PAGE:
No State shall make or enforce any law which shall abridge the privileges or immunities of citizens of the United States; nor shall any State deprive any person of life, liberty, or property, without due process of law; nor deny to any person within its jurisdiction the equal protection of the laws.
Therefore, abridging the rights of gay people which were currently allowed to marry is a violation of the US Constitution. It has nothing to do with religious belief.

On pages 4 and 5 they admit that their only concern is the use of the word "marriage".  They state "we and many other religious organizations generally had supported, or at least refrained from opposing, the expansion of legal rights for same-sex couples in California, including their formal recognition as domestic partnerships."  In other words, they're okay with gay couples having the same legal rights as straight couples, and they're okay with the government officially recognizing these relationships, their only issue is using the word "marriage" to describe these relationships.

What's wrong with same-sex couples settling for "domestic partnership" or "civil union"?  Well, I reflect the question back to the religious.  What's wrong with same-sex couples using the same word to describe their relationships as you use to describe yours?  What is the difference?  My relationship with Conrad is built upon love, just as most straight couples' relationships are.  My relationship with Conrad is defined by the commitment that we feel for each other, just as most straight relationships.  Where is the fundamental difference?  I am in love with another human being--a consenting adult--and he is in love with me.  We long for each other, we value and serve each other.  We support and respect each other.  What more do we need in order to be worthy of the use of this word "marriage" whose use you so strongly wish to deny us?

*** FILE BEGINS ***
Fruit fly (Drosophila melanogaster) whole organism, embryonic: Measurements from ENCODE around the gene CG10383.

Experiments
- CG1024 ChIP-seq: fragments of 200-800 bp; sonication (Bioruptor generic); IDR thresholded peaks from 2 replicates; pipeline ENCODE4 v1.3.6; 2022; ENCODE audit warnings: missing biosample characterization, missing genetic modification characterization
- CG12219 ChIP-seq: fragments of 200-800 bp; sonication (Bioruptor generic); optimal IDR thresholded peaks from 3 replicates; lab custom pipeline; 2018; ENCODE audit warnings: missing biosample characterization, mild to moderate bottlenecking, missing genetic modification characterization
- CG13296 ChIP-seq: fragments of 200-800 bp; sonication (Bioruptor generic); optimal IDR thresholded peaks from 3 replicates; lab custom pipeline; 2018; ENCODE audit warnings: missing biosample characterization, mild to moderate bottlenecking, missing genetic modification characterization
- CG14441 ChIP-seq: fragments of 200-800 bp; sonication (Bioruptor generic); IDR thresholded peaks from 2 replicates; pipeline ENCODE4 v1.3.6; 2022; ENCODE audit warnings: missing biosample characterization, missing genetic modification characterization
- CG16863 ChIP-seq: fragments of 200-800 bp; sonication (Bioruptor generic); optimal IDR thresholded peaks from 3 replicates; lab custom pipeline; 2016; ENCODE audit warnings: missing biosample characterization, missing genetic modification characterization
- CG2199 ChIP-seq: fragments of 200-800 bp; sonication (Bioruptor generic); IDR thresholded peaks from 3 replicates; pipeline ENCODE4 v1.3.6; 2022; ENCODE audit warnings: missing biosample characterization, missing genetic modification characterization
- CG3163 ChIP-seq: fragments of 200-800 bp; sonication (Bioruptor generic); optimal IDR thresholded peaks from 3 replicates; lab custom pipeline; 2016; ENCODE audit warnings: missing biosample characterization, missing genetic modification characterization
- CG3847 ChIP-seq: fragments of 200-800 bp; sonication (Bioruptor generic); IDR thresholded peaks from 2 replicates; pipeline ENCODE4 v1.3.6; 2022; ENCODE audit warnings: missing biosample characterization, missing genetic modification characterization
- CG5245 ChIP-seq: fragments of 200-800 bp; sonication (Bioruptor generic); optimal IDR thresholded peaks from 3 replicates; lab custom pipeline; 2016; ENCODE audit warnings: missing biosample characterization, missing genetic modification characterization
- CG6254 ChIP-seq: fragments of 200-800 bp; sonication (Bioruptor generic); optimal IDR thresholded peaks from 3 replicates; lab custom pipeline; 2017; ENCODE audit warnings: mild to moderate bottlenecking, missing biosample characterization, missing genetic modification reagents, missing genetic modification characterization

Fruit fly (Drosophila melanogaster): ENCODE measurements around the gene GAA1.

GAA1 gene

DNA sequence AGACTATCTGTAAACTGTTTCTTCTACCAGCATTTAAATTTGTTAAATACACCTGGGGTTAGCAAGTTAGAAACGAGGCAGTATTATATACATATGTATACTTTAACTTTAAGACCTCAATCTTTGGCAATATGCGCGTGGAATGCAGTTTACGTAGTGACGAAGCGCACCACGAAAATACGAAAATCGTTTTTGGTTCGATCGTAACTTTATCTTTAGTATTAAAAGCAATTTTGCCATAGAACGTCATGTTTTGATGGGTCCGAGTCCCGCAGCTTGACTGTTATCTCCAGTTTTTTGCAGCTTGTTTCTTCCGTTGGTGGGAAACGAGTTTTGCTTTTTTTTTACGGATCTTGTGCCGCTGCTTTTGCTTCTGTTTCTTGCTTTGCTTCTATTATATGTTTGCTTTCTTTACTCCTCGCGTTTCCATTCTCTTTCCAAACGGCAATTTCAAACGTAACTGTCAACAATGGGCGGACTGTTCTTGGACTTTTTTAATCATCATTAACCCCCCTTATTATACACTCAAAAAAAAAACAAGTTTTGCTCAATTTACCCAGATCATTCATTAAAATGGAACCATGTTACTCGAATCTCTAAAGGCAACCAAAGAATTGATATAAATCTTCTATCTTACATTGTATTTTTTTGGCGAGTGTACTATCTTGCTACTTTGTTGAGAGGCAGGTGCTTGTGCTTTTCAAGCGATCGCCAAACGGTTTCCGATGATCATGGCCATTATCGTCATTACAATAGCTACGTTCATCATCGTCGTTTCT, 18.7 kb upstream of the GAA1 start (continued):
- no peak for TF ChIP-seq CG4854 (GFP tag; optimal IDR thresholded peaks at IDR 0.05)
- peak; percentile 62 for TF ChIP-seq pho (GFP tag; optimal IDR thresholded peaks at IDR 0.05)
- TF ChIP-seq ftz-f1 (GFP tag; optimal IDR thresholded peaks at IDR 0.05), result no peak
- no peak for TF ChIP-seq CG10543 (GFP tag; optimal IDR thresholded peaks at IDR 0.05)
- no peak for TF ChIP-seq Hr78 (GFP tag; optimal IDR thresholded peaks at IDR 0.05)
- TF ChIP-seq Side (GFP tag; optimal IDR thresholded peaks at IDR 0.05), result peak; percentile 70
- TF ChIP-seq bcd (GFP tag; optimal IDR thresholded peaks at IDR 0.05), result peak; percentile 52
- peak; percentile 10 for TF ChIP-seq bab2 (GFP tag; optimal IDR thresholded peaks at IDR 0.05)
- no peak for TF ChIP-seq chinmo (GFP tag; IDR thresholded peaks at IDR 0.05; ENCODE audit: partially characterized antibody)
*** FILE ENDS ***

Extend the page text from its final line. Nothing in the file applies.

"In fact, our support for Proposition 8 rested on the very supposition brushed aside by the court of appeals--we 'intended only to disapprove of same-sex marriage, rather than to pass judgment on the same-sex couples as people.'" (page 7)